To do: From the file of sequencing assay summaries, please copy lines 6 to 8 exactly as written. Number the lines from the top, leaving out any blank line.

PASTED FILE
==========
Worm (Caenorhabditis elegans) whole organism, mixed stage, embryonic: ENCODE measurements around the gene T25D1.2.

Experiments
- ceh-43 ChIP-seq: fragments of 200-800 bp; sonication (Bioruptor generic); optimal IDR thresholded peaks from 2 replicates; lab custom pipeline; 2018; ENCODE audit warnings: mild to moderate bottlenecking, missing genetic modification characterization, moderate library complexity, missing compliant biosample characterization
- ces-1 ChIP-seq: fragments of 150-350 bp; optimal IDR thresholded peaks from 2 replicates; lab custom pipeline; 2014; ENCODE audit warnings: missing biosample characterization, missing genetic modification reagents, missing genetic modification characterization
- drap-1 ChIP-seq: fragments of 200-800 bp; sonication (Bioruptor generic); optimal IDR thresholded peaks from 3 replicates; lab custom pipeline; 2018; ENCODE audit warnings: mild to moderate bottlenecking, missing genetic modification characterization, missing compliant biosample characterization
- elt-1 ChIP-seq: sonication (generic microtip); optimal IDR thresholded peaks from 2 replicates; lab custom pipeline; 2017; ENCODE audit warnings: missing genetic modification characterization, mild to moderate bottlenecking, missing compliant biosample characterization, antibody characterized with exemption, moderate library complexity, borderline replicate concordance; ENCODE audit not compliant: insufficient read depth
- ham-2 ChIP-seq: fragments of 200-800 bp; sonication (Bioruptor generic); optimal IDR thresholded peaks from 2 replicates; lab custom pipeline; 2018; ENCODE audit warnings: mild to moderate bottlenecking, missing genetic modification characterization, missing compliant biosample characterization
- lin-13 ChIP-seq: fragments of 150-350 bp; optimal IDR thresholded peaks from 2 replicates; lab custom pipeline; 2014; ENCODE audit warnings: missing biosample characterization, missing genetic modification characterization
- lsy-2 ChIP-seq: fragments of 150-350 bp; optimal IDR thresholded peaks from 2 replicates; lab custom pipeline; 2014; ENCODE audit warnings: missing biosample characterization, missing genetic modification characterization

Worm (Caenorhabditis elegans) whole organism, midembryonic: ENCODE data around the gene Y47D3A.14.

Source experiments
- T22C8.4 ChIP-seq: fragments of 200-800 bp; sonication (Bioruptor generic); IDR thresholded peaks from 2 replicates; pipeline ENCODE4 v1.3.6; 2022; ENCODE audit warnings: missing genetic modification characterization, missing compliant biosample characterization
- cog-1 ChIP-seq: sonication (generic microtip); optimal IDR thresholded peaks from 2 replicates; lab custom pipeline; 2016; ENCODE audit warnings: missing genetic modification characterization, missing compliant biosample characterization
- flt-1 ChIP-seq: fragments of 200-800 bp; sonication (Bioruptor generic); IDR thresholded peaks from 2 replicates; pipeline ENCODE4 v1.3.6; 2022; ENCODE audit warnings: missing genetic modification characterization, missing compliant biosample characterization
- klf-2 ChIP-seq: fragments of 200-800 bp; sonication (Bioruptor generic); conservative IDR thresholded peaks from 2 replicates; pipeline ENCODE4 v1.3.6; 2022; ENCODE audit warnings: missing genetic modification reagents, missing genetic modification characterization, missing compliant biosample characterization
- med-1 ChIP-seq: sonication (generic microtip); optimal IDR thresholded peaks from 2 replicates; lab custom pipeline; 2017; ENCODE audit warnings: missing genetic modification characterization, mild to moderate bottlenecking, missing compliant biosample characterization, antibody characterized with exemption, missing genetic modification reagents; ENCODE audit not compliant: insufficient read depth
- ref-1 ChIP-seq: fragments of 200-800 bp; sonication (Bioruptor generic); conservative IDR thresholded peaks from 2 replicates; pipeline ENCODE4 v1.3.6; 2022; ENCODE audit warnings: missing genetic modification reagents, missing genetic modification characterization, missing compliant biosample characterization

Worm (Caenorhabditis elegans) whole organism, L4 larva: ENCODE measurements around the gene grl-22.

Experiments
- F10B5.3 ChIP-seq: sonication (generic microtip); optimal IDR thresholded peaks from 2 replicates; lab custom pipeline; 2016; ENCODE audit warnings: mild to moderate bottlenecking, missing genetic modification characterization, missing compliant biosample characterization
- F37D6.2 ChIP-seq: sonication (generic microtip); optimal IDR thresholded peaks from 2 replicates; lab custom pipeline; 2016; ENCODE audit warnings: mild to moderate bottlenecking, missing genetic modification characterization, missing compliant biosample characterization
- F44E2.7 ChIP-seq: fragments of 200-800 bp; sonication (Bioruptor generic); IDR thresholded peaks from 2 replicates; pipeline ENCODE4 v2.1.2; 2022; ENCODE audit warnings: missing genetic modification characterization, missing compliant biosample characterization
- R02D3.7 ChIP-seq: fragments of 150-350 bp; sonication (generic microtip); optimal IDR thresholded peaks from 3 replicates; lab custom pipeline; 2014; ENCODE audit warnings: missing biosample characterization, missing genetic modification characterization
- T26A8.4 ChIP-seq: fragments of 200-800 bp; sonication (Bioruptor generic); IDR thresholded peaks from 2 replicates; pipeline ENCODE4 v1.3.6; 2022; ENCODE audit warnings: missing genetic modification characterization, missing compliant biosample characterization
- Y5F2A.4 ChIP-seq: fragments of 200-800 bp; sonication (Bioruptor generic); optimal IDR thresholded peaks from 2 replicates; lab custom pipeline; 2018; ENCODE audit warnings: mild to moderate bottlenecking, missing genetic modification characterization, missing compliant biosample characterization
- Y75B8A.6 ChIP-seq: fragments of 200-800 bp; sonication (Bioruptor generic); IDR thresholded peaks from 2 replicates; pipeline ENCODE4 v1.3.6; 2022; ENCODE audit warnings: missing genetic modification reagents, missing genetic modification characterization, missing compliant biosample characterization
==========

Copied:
- elt-1 ChIP-seq: sonication (generic microtip); optimal IDR thresholded peaks from 2 replicates; lab custom pipeline; 2017; ENCODE audit warnings: missing genetic modification characterization, mild to moderate bottlenecking, missing compliant biosample characterization, antibody characterized with exemption, moderate library complexity, borderline replicate concordance; ENCODE audit not compliant: insufficient read depth
- ham-2 ChIP-seq: fragments of 200-800 bp; sonication (Bioruptor generic); optimal IDR thresholded peaks from 2 replicates; lab custom pipeline; 2018; ENCODE audit warnings: mild to moderate bottlenecking, missing genetic modification characterization, missing compliant biosample characterization
- lin-13 ChIP-seq: fragments of 150-350 bp; optimal IDR thresholded peaks from 2 replicates; lab custom pipeline; 2014; ENCODE audit warnings: missing biosample characterization, missing genetic modification characterization